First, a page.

Supermarket chain Asda is considering whether to cut the pay of 7,000 staff in the south east of England to bring it in line with its other stores.
Staff at 39 stores outside the M25 have been paid more for decades to offset a higher cost of living closer to London.
A spokesperson said all Asda staff had recently been given a 10% pay rise to help with soaring inflation.
The GMB union said Asda was set to fire workers who refused to agree to the new conditions.
The union said the workers were already low-paid, and that planning to reduce pay during a cost-of-living crisis was “inexcusable”.
The workers get a so-called “location supplement” of 60p per hour, which Asda may scrap, and a night supplement that it wants to reduce, the GMB said.
It added that those who do not agree to the pay reduction “could be dismissed if they refuse to sign” the new contract.
The consultation is happening at the moment, and Asda plans to bring in the changes in November, the union said.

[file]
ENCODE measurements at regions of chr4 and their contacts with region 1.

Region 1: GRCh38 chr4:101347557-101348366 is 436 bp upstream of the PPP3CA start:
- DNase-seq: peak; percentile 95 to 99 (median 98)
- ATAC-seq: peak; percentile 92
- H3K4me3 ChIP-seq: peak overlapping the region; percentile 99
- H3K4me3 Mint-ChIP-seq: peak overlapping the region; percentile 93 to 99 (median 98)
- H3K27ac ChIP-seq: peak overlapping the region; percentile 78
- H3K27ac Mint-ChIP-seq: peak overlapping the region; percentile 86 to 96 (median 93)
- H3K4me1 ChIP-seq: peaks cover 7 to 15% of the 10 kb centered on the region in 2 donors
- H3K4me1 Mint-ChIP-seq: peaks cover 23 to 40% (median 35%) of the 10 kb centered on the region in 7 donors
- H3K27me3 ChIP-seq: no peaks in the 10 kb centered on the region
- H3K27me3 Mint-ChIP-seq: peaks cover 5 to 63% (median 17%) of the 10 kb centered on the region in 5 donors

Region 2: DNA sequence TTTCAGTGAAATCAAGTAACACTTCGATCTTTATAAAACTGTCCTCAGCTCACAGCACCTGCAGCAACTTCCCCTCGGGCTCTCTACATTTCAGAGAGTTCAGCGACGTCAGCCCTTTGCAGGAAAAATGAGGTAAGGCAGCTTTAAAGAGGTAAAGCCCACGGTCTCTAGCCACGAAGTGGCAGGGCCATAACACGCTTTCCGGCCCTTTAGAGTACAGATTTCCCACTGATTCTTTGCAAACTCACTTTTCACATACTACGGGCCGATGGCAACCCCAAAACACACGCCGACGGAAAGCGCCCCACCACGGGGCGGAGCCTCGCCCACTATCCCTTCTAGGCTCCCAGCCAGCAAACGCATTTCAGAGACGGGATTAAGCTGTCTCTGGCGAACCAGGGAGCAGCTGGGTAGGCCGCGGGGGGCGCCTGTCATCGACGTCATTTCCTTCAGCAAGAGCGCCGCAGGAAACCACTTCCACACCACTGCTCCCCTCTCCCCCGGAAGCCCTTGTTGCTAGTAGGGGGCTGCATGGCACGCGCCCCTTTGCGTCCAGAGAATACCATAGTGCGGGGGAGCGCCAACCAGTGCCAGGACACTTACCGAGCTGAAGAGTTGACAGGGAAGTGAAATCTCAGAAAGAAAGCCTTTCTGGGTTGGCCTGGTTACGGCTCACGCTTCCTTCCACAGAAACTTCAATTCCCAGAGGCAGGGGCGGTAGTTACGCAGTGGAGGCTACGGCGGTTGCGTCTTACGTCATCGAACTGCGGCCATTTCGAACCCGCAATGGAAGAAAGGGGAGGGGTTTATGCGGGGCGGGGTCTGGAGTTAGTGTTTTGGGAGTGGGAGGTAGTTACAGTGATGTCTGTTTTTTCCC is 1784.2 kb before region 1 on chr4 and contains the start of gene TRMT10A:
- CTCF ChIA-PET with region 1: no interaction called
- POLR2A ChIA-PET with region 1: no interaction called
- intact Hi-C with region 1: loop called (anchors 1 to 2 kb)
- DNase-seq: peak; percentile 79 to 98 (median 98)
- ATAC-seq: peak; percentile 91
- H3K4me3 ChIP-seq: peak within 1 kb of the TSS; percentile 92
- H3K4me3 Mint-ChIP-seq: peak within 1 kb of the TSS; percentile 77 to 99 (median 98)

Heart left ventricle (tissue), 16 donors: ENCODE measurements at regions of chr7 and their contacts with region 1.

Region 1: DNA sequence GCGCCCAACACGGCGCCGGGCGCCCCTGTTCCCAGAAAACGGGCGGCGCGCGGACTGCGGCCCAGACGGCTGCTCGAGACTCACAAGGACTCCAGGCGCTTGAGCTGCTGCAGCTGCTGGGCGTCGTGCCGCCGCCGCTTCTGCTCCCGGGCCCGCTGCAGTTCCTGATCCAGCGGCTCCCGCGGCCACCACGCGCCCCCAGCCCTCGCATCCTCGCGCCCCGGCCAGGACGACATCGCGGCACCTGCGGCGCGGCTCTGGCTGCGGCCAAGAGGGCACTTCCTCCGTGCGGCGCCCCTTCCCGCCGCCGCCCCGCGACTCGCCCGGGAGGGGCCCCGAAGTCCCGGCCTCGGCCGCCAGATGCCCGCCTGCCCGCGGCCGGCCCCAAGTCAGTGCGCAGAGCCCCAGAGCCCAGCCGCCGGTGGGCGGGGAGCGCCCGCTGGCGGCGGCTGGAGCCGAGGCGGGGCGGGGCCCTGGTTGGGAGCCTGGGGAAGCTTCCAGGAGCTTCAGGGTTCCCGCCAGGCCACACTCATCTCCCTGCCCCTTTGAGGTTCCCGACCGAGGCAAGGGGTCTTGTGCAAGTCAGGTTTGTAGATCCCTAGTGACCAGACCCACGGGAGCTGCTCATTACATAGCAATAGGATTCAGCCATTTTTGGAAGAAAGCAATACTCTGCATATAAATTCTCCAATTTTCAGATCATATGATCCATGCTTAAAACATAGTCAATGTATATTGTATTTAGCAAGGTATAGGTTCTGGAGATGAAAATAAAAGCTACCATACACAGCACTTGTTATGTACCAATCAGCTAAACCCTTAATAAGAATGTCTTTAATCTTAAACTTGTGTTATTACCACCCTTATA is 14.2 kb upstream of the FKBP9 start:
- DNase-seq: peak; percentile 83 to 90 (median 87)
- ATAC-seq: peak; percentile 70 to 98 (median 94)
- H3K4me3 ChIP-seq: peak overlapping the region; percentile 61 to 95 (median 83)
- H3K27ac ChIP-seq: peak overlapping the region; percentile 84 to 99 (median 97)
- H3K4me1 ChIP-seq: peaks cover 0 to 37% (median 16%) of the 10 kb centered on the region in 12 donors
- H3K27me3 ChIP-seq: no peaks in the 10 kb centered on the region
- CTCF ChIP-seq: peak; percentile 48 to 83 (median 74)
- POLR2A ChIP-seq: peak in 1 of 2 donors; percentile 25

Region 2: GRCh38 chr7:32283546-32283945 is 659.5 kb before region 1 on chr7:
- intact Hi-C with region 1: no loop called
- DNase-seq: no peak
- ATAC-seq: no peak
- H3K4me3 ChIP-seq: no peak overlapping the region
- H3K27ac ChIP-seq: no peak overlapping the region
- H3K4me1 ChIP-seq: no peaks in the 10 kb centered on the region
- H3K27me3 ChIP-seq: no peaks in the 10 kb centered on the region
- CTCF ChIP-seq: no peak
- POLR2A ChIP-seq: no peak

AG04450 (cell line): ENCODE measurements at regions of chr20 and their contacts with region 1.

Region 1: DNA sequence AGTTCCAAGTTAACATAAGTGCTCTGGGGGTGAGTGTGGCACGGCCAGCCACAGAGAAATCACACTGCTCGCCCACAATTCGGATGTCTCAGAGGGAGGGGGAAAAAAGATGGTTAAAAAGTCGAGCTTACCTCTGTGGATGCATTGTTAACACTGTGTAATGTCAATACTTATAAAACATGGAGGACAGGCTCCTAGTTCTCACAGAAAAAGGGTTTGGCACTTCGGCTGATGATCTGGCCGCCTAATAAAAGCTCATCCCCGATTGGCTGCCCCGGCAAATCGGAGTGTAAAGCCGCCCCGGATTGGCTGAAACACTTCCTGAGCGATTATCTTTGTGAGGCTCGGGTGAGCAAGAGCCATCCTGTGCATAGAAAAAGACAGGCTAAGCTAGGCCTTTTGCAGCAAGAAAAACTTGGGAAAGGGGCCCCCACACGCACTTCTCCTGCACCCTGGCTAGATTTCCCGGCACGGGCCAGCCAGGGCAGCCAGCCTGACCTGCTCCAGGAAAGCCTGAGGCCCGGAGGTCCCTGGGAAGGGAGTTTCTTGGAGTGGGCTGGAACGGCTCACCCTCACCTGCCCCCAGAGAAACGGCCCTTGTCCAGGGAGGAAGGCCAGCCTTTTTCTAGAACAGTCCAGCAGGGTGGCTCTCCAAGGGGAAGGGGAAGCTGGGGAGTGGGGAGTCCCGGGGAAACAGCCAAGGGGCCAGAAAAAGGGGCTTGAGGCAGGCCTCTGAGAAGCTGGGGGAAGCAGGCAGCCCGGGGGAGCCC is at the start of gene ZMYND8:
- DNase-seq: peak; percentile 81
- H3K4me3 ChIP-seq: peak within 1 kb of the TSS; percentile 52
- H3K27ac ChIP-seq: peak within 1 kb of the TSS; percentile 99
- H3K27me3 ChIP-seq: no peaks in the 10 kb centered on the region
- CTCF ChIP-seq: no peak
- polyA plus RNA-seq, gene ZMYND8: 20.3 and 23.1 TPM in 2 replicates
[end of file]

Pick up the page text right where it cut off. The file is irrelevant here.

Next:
It accused Asda-owners the Issa brothers of laying the ground for a “debt laden merger” between Asda and EG Group’s UK petrol stations – which the brothers also own.
“These slash and burn tactics, along with food and fuel price increases, will only ramp up if the merger goes ahead,” said GMB organiser Nadine Houghton.
However, an Asda spokesperson said the collective consultation was “in a small number of stores” where workers were paid 60p per hour on top of the £11.00 per hour national rate.
“This supplement is out of line with the wider retail market and has created an anomaly where some Asda colleagues in stores that are close together are paid different rates,” the spokesperson said.
Asda is discussing a “compensatory payment” in return for removing the supplement.
“These discussions are ongoing and no final decision has been taken,” the spokesperson added.
Asda has about 140,000 employees in total.